I understand that the main issue of global warming is greenhouse gases that trap solar energy instead of allowing it to bounce back into space. That being said, I've always had this impression or idea that the amount of energy released from burning fossil fuels should also have an effect. Consider from antiquity to about 1600 AD, the sum of heat being dumped into the atmosphere came from the sun. Now, after the industrial revolution, a new source has been added, that being human activity (burning coal, burning petrol, burning natural gas, thermonuclear weapons, nuclear reactors). While I suspect human activity has no measurable comparison against the output of the sun, I'm wondering if it has an impact on global warming to any degree.

  • $\begingroup$ I suspect no but I don't have the numbers to hand to back it up. $\endgroup$
    – bon
    Commented Jun 2, 2016 at 18:38
  • 3
    $\begingroup$ I don't have time to write a proper answer, but this open-access paper from last year addresses your question very adequately: onlinelibrary.wiley.com/doi/10.1002/2015GL063514/full . From the abstract: "Over the long lifetime of CO 2 in the atmosphere, the cumulative CO 2 -radiative forcing exceeds the amount of energy released upon combustion by a factor >100,000." $\endgroup$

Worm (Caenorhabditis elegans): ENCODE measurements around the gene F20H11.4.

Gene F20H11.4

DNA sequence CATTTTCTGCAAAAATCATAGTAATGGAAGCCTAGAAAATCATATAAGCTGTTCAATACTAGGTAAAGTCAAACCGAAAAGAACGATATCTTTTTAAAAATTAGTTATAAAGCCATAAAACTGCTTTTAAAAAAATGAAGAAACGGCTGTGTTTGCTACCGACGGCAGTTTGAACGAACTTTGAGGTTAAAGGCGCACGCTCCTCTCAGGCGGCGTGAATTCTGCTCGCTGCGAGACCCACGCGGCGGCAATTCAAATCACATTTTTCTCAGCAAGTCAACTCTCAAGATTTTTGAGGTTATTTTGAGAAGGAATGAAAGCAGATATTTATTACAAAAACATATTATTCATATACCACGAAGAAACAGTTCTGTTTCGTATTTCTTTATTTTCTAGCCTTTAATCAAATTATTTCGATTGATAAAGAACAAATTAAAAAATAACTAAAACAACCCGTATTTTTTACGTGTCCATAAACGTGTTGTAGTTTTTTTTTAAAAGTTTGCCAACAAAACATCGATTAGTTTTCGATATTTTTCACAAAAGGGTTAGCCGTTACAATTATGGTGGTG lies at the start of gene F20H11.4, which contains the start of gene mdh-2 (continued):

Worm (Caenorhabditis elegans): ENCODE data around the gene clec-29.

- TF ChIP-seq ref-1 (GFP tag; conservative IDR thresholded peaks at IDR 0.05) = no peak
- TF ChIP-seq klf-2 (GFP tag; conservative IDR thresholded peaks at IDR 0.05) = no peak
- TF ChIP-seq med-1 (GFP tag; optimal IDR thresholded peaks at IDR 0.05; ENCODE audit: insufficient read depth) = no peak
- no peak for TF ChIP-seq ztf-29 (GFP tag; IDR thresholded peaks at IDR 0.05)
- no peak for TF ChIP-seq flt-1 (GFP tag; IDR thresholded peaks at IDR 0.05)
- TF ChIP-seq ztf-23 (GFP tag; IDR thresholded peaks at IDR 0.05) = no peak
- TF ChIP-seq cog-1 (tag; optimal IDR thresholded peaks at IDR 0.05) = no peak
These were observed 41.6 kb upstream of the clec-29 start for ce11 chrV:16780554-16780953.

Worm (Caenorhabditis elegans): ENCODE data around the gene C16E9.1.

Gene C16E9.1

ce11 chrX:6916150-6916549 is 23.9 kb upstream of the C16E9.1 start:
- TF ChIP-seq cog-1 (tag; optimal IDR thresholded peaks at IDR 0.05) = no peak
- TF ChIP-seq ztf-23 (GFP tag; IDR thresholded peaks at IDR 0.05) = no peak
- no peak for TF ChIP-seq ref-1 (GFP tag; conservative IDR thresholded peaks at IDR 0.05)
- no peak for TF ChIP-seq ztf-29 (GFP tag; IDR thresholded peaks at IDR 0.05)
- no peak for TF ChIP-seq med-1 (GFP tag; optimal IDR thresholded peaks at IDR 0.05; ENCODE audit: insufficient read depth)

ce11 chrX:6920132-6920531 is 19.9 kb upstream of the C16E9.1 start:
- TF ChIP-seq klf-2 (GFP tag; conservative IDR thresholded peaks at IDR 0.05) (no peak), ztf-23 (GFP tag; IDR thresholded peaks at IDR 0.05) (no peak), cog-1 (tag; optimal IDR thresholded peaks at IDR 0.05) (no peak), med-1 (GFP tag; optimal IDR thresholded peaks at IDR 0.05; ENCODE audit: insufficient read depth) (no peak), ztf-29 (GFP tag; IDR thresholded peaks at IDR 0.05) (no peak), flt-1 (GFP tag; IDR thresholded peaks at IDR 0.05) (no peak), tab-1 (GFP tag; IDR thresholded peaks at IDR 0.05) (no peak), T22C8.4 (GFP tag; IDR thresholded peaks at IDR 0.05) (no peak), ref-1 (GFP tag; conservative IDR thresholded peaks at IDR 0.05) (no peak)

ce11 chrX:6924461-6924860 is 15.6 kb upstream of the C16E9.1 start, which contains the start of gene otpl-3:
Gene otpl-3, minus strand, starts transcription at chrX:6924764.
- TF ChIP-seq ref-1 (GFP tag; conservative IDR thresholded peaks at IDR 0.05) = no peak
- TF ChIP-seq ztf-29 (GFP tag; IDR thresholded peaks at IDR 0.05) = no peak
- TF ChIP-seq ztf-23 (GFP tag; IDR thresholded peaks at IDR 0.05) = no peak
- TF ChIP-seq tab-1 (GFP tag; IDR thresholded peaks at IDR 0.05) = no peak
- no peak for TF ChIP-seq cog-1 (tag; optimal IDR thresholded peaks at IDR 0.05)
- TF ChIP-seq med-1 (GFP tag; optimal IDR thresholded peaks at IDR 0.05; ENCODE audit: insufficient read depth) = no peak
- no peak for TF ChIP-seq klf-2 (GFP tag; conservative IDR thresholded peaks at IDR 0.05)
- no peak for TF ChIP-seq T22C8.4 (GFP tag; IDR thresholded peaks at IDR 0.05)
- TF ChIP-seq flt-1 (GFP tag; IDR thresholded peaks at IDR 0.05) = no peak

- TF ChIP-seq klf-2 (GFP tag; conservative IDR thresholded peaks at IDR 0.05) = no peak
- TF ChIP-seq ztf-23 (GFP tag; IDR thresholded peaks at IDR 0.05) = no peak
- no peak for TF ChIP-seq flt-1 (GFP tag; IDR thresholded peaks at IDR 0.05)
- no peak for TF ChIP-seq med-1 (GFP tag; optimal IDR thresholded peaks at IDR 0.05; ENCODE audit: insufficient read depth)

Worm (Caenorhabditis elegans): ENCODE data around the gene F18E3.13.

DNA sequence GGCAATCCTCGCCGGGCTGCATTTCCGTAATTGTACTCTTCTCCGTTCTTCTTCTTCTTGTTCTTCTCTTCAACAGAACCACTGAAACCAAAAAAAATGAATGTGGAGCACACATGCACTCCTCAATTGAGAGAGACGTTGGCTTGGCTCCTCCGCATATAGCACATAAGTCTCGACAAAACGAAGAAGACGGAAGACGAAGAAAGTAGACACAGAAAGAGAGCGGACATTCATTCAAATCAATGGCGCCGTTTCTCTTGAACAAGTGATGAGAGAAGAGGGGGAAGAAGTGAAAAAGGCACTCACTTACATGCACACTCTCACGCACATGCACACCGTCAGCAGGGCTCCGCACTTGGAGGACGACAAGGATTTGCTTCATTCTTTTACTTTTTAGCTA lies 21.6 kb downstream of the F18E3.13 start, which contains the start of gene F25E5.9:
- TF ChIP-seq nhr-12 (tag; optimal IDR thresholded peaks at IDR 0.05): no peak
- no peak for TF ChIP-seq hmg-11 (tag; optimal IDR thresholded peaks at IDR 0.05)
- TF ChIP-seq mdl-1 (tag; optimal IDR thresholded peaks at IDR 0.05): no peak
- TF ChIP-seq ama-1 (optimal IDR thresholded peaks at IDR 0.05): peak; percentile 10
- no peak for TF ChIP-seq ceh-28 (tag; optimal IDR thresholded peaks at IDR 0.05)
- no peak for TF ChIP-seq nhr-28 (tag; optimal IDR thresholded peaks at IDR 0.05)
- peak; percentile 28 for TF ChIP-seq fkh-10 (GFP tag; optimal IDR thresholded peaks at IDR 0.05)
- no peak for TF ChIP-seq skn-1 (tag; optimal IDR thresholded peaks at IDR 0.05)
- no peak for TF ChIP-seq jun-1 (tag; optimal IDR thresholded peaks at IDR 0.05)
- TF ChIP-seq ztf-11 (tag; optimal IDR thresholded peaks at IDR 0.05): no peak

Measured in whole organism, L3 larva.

– Pont
    Commented Jun 2, 2016 at 19:26
  • $\begingroup$ @SimonW I think that this is a duplicate of the question you've identified $\endgroup$
    – 410 gone
    Commented Jun 6, 2016 at 7:37
  • $\begingroup$ Yes it does. But who really cares... we won't be burning fossil fuels in about 50 years. New technology will have replaced this very very primitive practice of burning fossils. Why is everyone so worried about something that will go away in a few years... relax. There will be a little more damage done to earth but we need energy. Fossil fuels will be totally gone soon. Just chill out. People are well meaning but, really, you are worried about something that is almost ready to go away. $\endgroup$ Commented Feb 1, 2017 at 16:26
  • $\begingroup$ @slindsey3000 have you taken the argument of God, our Lord and Savior, into your analysis? I believe this global warming is caused by God, and that God wants people to live in a more tropical environment. $\endgroup$
    – Steve G
    Commented Feb 1, 2017 at 17:06

1 Answer 1


Yes, it does add to global warming.

No, it's not currently measurable.

Human primary non-renewable energy consumption is about 15TW - and pretty much all of that goes into low-grade heat in the ocean surface and the atmosphere.

Expressed in the same terms as the forcing units of global warming, the forcing effect of that heat is about 1.7% of the effect of the anthropogenic release of $\ce{CO2}$ to date.

So we can calculate it, but it's not directly measurable as a change to global energy content: it matters, but it's not quantifiable from temperature observations, given current data and techniques.

(Kudos to Pont for the link to the paper)


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